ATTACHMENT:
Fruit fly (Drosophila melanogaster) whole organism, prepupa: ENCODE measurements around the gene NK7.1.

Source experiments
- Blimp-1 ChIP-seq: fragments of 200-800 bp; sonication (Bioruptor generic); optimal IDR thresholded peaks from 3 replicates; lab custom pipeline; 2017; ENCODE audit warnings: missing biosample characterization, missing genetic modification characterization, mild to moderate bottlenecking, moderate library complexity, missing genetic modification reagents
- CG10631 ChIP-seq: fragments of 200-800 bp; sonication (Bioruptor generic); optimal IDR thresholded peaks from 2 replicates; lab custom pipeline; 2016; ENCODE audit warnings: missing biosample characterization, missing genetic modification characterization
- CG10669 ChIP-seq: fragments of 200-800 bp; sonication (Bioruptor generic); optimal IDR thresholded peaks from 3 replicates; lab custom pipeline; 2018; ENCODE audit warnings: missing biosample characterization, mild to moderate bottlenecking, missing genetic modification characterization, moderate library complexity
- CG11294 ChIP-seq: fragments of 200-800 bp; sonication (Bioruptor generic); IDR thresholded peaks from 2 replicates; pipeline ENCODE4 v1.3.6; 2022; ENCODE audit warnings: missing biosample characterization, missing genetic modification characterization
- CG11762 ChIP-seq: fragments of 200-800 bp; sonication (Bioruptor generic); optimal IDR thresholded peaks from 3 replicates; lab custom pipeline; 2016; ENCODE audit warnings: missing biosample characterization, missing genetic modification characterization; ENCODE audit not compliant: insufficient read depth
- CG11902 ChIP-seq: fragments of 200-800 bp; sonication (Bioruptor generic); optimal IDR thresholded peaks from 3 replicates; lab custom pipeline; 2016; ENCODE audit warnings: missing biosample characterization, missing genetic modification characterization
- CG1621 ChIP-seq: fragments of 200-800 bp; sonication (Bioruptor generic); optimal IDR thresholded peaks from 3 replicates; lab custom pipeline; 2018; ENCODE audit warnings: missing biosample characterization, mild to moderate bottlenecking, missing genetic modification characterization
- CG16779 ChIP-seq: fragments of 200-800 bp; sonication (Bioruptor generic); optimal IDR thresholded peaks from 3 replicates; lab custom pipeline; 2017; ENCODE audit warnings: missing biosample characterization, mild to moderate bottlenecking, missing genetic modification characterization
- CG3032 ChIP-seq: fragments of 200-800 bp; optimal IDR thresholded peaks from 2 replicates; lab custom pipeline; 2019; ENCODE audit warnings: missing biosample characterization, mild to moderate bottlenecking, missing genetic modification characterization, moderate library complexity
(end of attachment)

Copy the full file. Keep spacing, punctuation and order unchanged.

Fruit fly (Drosophila melanogaster) whole organism, prepupa: ENCODE measurements around the gene NK7.1.

Source experiments
- Blimp-1 ChIP-seq: fragments of 200-800 bp; sonication (Bioruptor generic); optimal IDR thresholded peaks from 3 replicates; lab custom pipeline; 2017; ENCODE audit warnings: missing biosample characterization, missing genetic modification characterization, mild to moderate bottlenecking, moderate library complexity, missing genetic modification reagents
- CG10631 ChIP-seq: fragments of 200-800 bp; sonication (Bioruptor generic); optimal IDR thresholded peaks from 2 replicates; lab custom pipeline; 2016; ENCODE audit warnings: missing biosample characterization, missing genetic modification characterization
- CG10669 ChIP-seq: fragments of 200-800 bp; sonication (Bioruptor generic); optimal IDR thresholded peaks from 3 replicates; lab custom pipeline; 2018; ENCODE audit warnings: missing biosample characterization, mild to moderate bottlenecking, missing genetic modification characterization, moderate library complexity
- CG11294 ChIP-seq: fragments of 200-800 bp; sonication (Bioruptor generic); IDR thresholded peaks from 2 replicates; pipeline ENCODE4 v1.3.6; 2022; ENCODE audit warnings: missing biosample characterization, missing genetic modification characterization
- CG11762 ChIP-seq: fragments of 200-800 bp; sonication (Bioruptor generic); optimal IDR thresholded peaks from 3 replicates; lab custom pipeline; 2016; ENCODE audit warnings: missing biosample characterization, missing genetic modification characterization; ENCODE audit not compliant: insufficient read depth
- CG11902 ChIP-seq: fragments of 200-800 bp; sonication (Bioruptor generic); optimal IDR thresholded peaks from 3 replicates; lab custom pipeline; 2016; ENCODE audit warnings: missing biosample characterization, missing genetic modification characterization
- CG1621 ChIP-seq: fragments of 200-800 bp; sonication (Bioruptor generic); optimal IDR thresholded peaks from 3 replicates; lab custom pipeline; 2018; ENCODE audit warnings: missing biosample characterization, mild to moderate bottlenecking, missing genetic modification characterization
- CG16779 ChIP-seq: fragments of 200-800 bp; sonication (Bioruptor generic); optimal IDR thresholded peaks from 3 replicates; lab custom pipeline; 2017; ENCODE audit warnings: missing biosample characterization, mild to moderate bottlenecking, missing genetic modification characterization
- CG3032 ChIP-seq: fragments of 200-800 bp; optimal IDR thresholded peaks from 2 replicates; lab custom pipeline; 2019; ENCODE audit warnings: missing biosample characterization, mild to moderate bottlenecking, missing genetic modification characterization, moderate library complexity